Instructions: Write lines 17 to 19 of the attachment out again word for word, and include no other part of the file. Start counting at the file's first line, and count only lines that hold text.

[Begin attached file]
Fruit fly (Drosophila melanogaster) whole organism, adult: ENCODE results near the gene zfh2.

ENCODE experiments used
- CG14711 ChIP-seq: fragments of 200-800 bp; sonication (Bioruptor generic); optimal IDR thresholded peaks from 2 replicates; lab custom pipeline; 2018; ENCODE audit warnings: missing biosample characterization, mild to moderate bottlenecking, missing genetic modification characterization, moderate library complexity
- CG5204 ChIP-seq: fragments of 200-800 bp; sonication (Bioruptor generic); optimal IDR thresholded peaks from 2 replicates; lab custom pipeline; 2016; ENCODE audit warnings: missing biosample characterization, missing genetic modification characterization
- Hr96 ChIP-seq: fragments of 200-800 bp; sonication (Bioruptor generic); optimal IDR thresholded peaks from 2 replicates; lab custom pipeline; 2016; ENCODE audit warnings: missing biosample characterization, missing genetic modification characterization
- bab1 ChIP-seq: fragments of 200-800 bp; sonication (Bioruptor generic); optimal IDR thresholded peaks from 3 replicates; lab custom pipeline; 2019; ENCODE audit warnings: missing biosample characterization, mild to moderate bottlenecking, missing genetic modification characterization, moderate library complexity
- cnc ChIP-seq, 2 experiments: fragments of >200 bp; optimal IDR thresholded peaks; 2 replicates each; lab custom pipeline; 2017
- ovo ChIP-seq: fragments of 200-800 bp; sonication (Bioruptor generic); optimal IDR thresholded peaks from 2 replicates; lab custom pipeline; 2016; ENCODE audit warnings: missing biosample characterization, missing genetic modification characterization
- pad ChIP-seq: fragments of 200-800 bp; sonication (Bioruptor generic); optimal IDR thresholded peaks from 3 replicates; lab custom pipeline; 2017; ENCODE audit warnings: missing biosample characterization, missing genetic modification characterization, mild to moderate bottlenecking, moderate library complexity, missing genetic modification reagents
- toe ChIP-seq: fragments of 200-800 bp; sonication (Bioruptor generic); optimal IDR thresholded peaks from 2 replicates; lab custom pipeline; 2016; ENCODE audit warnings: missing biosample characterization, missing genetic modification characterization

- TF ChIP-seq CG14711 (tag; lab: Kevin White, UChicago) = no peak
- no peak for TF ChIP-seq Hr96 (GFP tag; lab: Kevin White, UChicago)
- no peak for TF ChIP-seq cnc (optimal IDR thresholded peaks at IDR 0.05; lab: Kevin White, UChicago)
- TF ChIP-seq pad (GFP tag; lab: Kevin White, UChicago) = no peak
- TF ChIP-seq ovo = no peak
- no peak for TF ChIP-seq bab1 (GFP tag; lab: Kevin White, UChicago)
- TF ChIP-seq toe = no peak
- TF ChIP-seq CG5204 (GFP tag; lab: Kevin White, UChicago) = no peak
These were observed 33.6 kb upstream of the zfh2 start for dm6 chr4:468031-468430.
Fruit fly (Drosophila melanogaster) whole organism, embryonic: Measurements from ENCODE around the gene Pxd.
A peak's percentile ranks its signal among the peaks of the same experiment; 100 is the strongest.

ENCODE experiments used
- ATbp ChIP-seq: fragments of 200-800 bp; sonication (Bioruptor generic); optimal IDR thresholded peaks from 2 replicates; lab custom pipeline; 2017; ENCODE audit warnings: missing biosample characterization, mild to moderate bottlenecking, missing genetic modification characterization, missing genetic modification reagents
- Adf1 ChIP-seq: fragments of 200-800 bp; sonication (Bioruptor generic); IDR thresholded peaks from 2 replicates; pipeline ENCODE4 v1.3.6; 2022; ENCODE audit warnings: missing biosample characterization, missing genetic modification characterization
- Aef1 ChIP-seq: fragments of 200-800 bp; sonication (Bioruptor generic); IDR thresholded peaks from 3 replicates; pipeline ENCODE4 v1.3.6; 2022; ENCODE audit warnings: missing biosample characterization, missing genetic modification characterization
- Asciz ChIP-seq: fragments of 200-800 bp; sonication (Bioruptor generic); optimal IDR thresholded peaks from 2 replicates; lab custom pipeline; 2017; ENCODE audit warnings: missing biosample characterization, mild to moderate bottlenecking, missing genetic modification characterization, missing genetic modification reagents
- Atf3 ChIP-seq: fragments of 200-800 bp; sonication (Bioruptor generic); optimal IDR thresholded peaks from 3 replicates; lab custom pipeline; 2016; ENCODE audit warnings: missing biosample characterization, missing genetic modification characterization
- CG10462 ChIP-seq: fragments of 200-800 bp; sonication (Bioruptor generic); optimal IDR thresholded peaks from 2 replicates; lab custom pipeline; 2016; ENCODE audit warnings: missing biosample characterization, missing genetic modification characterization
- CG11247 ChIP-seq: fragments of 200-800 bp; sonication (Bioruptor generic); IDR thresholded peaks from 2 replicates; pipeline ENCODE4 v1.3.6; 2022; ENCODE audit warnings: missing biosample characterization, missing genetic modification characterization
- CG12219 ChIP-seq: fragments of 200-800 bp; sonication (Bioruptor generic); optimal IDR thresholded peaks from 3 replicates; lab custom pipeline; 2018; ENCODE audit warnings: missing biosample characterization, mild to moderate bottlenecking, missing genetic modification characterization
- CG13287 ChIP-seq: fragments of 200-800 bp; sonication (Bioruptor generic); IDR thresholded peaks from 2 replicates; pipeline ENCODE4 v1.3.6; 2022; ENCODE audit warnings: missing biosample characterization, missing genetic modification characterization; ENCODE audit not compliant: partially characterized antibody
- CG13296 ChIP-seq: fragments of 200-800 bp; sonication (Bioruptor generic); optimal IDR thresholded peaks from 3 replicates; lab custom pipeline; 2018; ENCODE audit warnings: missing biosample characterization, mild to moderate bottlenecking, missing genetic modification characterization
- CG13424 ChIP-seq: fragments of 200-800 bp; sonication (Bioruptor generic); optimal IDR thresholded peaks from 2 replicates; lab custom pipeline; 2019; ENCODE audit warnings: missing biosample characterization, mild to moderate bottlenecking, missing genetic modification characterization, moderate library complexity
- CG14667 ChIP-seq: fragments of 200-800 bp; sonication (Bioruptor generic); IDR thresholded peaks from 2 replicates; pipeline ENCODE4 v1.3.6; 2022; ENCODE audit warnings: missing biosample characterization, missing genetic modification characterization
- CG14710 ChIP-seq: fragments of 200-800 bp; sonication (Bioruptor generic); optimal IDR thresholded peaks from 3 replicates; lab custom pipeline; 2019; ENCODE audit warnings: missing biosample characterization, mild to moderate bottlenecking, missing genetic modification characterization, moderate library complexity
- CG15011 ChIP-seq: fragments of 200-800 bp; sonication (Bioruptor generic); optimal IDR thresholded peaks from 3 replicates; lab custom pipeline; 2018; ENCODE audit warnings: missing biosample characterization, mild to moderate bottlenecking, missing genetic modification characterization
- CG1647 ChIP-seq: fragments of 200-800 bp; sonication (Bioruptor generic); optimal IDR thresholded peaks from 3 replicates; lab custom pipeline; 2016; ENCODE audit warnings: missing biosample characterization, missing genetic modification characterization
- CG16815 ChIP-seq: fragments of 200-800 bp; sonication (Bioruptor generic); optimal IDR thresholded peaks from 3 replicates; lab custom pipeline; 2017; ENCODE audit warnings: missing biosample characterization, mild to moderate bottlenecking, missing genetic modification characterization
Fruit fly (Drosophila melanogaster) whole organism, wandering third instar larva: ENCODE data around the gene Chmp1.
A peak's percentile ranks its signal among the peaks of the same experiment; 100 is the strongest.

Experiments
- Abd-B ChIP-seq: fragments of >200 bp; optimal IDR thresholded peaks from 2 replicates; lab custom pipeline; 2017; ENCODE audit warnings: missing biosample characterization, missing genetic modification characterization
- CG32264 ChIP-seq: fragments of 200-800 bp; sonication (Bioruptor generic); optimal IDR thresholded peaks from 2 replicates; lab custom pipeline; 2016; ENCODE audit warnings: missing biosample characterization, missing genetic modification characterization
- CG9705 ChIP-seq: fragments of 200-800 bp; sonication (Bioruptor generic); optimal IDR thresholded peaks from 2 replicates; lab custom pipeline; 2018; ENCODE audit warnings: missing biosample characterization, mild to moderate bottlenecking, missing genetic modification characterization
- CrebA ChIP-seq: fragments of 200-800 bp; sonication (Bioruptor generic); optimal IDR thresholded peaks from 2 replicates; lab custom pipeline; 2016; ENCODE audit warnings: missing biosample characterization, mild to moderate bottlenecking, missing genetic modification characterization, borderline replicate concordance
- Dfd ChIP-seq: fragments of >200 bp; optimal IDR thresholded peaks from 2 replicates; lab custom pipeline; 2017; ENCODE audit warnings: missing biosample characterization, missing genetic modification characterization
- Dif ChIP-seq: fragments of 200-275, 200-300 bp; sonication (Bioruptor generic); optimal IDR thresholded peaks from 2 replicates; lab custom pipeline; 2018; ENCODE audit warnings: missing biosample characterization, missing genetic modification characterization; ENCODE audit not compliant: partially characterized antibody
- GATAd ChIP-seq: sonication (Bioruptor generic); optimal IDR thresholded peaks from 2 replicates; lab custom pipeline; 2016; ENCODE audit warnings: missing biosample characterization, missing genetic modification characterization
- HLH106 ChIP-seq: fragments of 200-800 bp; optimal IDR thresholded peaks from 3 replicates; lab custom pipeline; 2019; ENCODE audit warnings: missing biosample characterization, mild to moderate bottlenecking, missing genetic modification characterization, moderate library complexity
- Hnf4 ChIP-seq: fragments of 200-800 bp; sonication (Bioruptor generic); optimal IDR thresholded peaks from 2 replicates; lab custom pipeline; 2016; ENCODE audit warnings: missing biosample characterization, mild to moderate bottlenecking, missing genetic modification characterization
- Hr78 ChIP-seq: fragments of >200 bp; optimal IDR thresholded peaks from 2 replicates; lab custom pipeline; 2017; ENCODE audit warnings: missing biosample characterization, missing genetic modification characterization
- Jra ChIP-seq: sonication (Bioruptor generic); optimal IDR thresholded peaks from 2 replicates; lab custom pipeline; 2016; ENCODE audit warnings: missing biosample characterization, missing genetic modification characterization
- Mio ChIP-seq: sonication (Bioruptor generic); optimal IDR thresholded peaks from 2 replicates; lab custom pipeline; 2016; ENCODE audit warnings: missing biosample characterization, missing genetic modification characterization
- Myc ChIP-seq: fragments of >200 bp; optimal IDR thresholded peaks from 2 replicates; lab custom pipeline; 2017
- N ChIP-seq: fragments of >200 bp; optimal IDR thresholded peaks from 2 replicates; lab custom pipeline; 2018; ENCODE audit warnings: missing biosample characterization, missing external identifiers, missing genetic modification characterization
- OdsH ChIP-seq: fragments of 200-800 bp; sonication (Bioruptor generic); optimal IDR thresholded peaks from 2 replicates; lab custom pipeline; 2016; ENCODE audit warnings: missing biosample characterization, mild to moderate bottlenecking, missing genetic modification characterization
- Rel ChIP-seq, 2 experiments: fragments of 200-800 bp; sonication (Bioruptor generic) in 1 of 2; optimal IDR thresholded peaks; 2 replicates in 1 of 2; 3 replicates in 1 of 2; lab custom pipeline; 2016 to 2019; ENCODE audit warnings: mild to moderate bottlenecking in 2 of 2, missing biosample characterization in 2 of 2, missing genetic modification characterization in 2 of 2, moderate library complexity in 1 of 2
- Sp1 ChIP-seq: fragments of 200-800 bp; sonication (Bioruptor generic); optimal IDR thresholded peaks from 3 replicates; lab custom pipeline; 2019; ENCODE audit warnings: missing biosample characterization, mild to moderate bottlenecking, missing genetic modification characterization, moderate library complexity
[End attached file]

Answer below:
- TF ChIP-seq toe = no peak
- TF ChIP-seq CG5204 (GFP tag; lab: Kevin White, UChicago) = no peak
These were observed 33.6 kb upstream of the zfh2 start for dm6 chr4:468031-468430.